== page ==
IMF Voting Rights. China has long clamored for more voting rights at the IMF. Now, sitting on massive cash reserves while the rest of the world is paralyzed by deficits, China sees its chance. Along with the BRIC countries, Beijing has been agitating for a “roadmap” to increased IMF representation and it wants to move the date of the next IMF “quota review”--which is essentially a form of redistricting--from 2013 to 2011. It wants the World Bank to reallocate votes on a similar schedule. Since European countries stand to lose the most seats from any reallocation, they have pushed back against changes. Obama, for his part, supports China's position. In return, he hopes to convince China to contribute funds to the IMF, stop talking about replacing dollars as the global reserve currency, and cooperate over the long term on fiscal stimulus and global warming.
On Thursday, China and Obama persuaded the IMF and World Bank to accelerate their vote reallocations by 2011. After the conference, the U.S. plans to introduce formal plans for a "roadmap" to further integrate the BRIC countries into global financial institutions.
Grade: A- // Obama got what he wanted. But what did China do for him in return?
Global Trade. One major goal of the summit was to reassure the world that the G20 are committed to open trade. Obama wanted a strong statement to this effect, along with a "global trade finance initiative" to re-start lending to small countries that have been unable to finance their mercantile activities since money from private banks has dried up.
The G20 saw little disagreement on this front. They agreed to a twelve month freeze on new trade barriers and, eye-catchingly, pledged to "name and shame" countries who erect barriers to global commerce. They also said they will deliver $250 billion in trade credit guarantees for countries looking to finance trade.
Grade: A- // Obama certainly didn't do anything wrong here, but it wasn't that hard to succeed on this issue either.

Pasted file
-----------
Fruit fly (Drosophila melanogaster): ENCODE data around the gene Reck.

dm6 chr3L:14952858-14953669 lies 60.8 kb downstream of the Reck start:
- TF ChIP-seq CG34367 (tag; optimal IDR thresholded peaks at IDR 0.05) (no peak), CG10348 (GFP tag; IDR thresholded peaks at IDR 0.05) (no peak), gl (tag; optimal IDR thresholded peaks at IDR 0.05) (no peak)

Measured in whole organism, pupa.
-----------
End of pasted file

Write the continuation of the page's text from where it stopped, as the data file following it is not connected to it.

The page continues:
While he was officially in London to talk economics, Obama pushed forward with several important diplomatic initiatives on the summit's sidelines. Here’s how we’d rank his reach-out efforts to some of the world’s thorniest regimes.
China. In addition to his immediate economic agenda, Obama wanted to lay the groundwork for long-term cooperation with China on a host of issues. That, he seems to have achieved--meeting with premier Hu Jintao, scheduling a trip to Beijing for later this year, and establishing a high-level Strategic Economic Dialogue between China and the United States. (The U.S. negotiating team will be led by both Hillary Clinton and Tim Geithner.) If China doesn't end up contributing to the NAB, it may mean that Obama's team backed off a little during the negotiations.
Russia. Obama's opening to Russia was perhaps as important to him as his financial initiatives. He hoped to develop a strong rapport with President Medvedev--even though he tried to remain aloof in the eyes of the press--and jumpstart efforts on a follow-up to the START treaty. He also hoped to make progress towards U.S.-Russian cooperation on Iran and North Korea.
By all accounts, Obama got along well with Medvedev and achieved more progress than expected on START. We don’t know exactly what was said about North Korea and Iran, but one Obama aide says that Russia was less adamant than usual about denying that Iran is building nuclear arms.
Iran. Obama’s diplomatic opening to Iran progressed in two ways yesterday. First, Richard Holbrooke lunged across a long table separating himself from Iranian Deputy Foreign Minister Mohammad Mehdi Akhundzadeh and shook his hand. They spoke for a moment and vowed “to keep in touch.” Separately, Hillary Clinton sent Akhundzadeh an unusually direct note calling for "humanitarian assistance" with the return of two Americans who are being held in Iran, and one whose whereabouts are unknown. The Iranians churlishly denied that the meeting with Holbrooke ever happened--but the true measure of success will come later, when we see if the Iranians respond to Clinton’s letter.
Barron YoungSmith is a reporter-researcher for The New Republic.